Honduras Rosewood Burl

(Dalbergia stevensonii)

 
I was introduced to this beautiful burl by Nancy R. Koerner through her website: Junglepixiebelize Honduras Rosewood Burl and her FaceBook page: The Real Raw Honduras Rosewood Burl Page.

I acquired a new respect for this wood after reading the following articles:
Honduras Rosewood: The World's Most Trafficked Wildlife Product
Burning of Illegal Rosewood: Symbolic Sacrifice or Heinous Act?

Nancy has also recently created a Junglepixiebelize Cuemaker's Page that will cater to cuemakers!!

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Follow the path of one spectacular piece of HRB as it is transformed from its rough sawn state to usable components in a working pool cue. Please bear with me as building a cue takes time & I wanted to document this in real time.  If I have problems, you will see it here.  If not, somebody will have a chance at an exceptional cue. I hope I can do this rare commodity the justice it deserves.

All thumbnails can be clicked to view a much larger version of each picture.


This is the piece as received.


Cut into forearm & buttsleeve lengths


Corners cut off for easier turning.
I was a bit nervous about some minor checking at the corners but when sawing the corners off, there were no loose chunks or fragments that broke off.  The checking was apparently a non-issue.


Turned & coated with sealer.
Again, I was concerned about turning this burl - or any burl, for that matter.  This is not stabilized but because the burl is hard & solid (with a nice tone), I think the stabilizing medium would have a difficult time penetrating this burl.  As with the previous operation, there were no issues.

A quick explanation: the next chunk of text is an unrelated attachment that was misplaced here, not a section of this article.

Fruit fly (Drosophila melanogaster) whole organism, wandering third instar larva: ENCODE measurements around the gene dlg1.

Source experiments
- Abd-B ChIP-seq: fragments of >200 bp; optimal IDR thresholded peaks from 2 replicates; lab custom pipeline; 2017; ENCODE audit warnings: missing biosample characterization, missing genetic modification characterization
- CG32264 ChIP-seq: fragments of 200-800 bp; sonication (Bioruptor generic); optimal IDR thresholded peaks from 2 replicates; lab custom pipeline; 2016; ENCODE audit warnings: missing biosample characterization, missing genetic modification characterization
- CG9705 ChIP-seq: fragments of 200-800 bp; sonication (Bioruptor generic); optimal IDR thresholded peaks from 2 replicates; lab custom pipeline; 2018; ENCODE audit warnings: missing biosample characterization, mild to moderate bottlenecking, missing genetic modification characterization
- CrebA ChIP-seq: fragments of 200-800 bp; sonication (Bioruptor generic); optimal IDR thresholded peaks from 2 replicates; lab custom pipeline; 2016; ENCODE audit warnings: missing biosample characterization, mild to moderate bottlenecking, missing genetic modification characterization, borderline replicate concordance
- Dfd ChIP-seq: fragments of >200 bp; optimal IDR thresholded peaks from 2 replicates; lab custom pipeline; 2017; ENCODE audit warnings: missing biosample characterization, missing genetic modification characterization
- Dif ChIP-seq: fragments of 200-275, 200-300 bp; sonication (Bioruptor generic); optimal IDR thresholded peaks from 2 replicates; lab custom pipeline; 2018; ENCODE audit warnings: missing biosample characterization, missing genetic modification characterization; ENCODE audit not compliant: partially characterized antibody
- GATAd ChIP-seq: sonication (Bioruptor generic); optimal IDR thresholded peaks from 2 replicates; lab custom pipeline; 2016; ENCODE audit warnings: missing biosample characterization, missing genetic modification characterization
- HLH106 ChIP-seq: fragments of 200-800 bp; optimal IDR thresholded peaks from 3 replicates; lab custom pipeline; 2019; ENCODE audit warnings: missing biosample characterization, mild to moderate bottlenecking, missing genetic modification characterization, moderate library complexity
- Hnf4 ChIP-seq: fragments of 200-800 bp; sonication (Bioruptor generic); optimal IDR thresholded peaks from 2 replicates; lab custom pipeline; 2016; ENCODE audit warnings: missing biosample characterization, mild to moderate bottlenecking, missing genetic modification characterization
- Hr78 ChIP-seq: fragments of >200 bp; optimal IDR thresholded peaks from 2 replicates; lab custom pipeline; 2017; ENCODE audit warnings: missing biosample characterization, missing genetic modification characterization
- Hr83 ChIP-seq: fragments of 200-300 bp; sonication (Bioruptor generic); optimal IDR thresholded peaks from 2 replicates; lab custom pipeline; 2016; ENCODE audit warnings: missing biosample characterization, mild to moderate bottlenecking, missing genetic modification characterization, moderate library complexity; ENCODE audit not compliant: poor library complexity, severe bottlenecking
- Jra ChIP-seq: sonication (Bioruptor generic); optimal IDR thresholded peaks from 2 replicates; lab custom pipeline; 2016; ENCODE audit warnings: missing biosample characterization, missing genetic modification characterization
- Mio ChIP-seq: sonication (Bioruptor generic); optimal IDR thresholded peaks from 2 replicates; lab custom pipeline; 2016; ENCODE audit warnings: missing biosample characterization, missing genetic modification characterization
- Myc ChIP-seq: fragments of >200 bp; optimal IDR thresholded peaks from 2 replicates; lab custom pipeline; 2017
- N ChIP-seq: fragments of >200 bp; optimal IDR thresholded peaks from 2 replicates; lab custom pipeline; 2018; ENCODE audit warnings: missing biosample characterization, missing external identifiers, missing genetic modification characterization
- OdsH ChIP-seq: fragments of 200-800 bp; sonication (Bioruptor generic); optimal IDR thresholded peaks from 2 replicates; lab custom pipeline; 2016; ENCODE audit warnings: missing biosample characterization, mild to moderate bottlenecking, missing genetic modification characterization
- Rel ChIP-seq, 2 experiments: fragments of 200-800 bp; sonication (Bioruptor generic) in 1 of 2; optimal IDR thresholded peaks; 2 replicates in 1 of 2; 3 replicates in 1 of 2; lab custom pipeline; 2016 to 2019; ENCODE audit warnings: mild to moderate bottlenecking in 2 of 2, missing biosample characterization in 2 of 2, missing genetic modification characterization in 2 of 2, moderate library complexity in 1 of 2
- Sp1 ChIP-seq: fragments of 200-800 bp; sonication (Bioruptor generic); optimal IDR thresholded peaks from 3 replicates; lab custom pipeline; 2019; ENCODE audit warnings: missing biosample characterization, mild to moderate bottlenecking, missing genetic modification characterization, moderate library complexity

Buttsleeve bored for handle tenon & forearm gun drilled & bored for a step core.  The core has glue grooves machined in it to allow the epoxy to "lock" the HRB and core together.
Coring this was a big test but it passed with flying colors.  No chip-outs, no problems.


Here's a closer look at the grooves cut into the core.


Core trial fitted and ready for assembly!


Assembled & taper roughed in.  The colors really pop when first cut but
quickly settle down as you can see in the following sequence.

   
core turned to size, register diameter cut & chamfer applied

   
threads cut & trim ring installed


joint collar in place

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